It took one meal to make it obvious that I had no idea how to cook with stainless steel. One burned, disappointing meal made (naturally) when we had company coming for dinner. So, we all had a good laugh then we went out to eat.
Fortunately, I’ve since figured out how to cook with stainless steel, which is good because on Mother’s Day my husband rounded out my single skillet by giving me an entire set of stainless steel pots and pans.
NON-STICK IS A NO-NO IN MY HOME
I’d been wanting to replace my nonstick pots and pans for years after reading that nonstick cookware has been linked to cancer and that the manufacturer of Teflon lied to consumers — and the EPA — about that link.
Of course, there’s been enough debate on the matter that I was reluctant to toss my nonstick set out — until my husband’s cancer diagnosis. Once your loved one is dealing with something like that, you do everything you can to minimize your family’s exposure to carcinogens. But I don’t want to turn this into a preachy blog entry, so I’m just going to assume you’ll make up your own mind on the matter.
As far as finding my stainless steel set, I did a lot of price comparing and saw a HUGE range of prices! We decided to go with this 10-piece multi-ply set which received rave reviews. Plus, it cost 75% less than a similar set from All-Clad! Now that I know how to cook with stainless steel, I absolutely love it.
How To Cook With Stainless Steel
1. Use a lower temperature. The multi-ply construction used in most brands of stainless steel cookware means that the sides and bottom of the pan heat evenly, so your food’s being cooked in more than one direction. In recipes calling for “medium-high” heat, I used to set my burner at 6 or 7. Now it’s more like 4 or 5.
2. Never skip preheating. With non-stick, you have to minimize preheating time, but the opposite is true with stainless steel. That’s because, when cold, stainless steel is porous — even though you can’t see or feel it. It’s the edges of those pores that cause food to stick. Preheating the pan causes the steel to expand, closing the pores and creating a smooth cooking surface. (Adding oil once the pan is properly heated helps, too. Add it too early, though, and it’ll just sink into the pores so they’ll still grab onto your food.)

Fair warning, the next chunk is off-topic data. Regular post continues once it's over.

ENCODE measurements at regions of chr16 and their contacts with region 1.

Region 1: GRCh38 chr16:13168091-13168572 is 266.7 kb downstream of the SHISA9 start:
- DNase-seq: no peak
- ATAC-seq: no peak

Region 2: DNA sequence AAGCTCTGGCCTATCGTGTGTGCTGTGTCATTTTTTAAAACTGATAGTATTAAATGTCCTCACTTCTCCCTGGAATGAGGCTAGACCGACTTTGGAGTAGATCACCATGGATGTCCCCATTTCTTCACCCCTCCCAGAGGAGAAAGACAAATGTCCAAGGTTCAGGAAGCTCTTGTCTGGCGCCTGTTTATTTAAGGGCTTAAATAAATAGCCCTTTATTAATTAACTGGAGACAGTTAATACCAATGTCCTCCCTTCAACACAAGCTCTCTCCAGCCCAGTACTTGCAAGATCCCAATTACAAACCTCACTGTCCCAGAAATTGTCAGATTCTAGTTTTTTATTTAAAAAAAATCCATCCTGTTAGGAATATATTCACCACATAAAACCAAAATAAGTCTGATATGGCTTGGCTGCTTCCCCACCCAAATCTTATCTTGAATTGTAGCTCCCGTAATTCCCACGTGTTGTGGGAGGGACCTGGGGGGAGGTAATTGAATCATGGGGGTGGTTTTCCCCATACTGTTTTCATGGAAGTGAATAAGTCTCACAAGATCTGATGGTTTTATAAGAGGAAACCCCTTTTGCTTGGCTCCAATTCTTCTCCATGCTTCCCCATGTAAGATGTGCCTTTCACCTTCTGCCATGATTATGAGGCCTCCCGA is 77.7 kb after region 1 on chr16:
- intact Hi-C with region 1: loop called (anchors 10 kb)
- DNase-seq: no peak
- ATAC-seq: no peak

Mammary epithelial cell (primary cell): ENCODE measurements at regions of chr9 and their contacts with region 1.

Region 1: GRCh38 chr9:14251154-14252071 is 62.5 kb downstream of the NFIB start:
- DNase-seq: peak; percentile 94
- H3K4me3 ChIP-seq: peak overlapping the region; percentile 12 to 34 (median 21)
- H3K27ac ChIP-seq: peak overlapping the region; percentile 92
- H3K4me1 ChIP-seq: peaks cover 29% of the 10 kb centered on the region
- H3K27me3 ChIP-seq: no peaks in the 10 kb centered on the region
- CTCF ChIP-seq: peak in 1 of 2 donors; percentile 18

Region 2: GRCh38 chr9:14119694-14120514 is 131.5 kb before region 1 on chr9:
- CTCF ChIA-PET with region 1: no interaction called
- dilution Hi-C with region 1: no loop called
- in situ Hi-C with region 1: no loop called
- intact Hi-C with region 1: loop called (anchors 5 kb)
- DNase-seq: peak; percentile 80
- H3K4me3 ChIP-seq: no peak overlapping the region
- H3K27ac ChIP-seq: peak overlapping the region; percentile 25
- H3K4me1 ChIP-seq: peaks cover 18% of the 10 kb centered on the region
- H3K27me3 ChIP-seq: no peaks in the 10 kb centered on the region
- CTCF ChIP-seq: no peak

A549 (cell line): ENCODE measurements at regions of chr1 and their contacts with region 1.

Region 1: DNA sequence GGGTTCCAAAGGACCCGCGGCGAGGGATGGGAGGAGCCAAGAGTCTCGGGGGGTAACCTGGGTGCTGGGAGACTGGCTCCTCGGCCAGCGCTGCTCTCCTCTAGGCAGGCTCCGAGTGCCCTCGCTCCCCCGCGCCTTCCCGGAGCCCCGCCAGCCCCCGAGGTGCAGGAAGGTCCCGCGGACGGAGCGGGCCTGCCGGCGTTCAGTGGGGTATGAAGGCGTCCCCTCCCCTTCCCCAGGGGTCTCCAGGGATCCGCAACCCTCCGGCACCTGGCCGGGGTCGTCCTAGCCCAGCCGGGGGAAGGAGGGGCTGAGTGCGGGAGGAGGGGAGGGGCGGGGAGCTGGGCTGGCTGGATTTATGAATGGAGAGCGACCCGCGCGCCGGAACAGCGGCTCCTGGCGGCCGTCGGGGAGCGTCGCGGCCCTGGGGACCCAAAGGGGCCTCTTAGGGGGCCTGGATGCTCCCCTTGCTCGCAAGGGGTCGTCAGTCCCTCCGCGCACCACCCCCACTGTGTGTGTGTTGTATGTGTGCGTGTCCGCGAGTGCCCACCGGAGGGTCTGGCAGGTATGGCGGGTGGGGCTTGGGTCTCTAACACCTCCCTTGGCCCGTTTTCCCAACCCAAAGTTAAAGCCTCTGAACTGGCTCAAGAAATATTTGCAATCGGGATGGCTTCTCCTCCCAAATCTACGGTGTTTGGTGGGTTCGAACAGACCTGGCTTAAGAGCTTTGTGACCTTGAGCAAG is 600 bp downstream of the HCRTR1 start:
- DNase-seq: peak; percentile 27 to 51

3. Preheat the right way. Until you get a good feel for how long to preheat, use the water drop test. To do this, wait until the rim of the pan is almost too hot to touch, then add a splash of water. If it stays in a ball and rolls around your pan like what’s shown in the video below, it’s ready. NOTE: Your pan will go from properly preheated to overheated very quickly, so have your ingredients ready before you preheat!
4. Oil after preheating. If you add oil to the pan before it’s preheated, the oil will sink into the pores mentioned above. So, wait until it’s hot enough then pull the pan off the burner and add your oil. Swirl this around (or use a pastry brush) and return the pan to heat. This small amount of oil will heat very quickly, so in 3-5 seconds you’re ready to cook.
5. Meat will let you know when it’s ready to flip. If you’ve properly preheated and oiled your pan, there’s a simple test to find out if the meat is browned and ready to flip — it won’t stick. No, really. Once the meat is properly seared and has developed a nice crust, there’s nothing left for the pores of the pan to grab. At that point, the pan releases the meat, and it’s easy to flip. If you have to lever the meat up with a spatula, it is NOT ready.
6. Don’t discard the brown bits. They’re known as “fond” and are the source of fantastic flavor. To deglaze, remove your food to a plate then drain the fat from the pan, add a liquid (water, stock, wine) and scrape up the brown bits as the liquid comes to a boil. Continue stirring and scraping until the liquid reduces by half, then adjust your seasonings and spoon your sauce over your food. Delicious!
7. Don’t warp them. Stainless steel cookware will warp if exposed to temperature extremes, so don’t run your just-used pots or pans under the faucet to cool them quickly. Let them cool on their own before washing.
8. Stick with non-metal scrubbers. Need some extra cleaning oomph? Sprinkle some baking soda or use Bar Keeper’s Friend. (That stuff’s pretty amazing on stainless steel sinks, too.) But never, under any circumstances, use a stainless steel scouring pad or steel wool to clean your stainless steel!
9. They’re dishwasher safe but may spot. I put my stainless steel pots and pans in the dishwasher all the time, and they come out just fine. They do sometimes acquire spots if there was a lot of plasticware in the top rack, but those are easy to remove. You can get your stainless steel cookware shiny and looking brand new by wiping it with a microfiber cloth dipped in white vinegar then buffing it dry.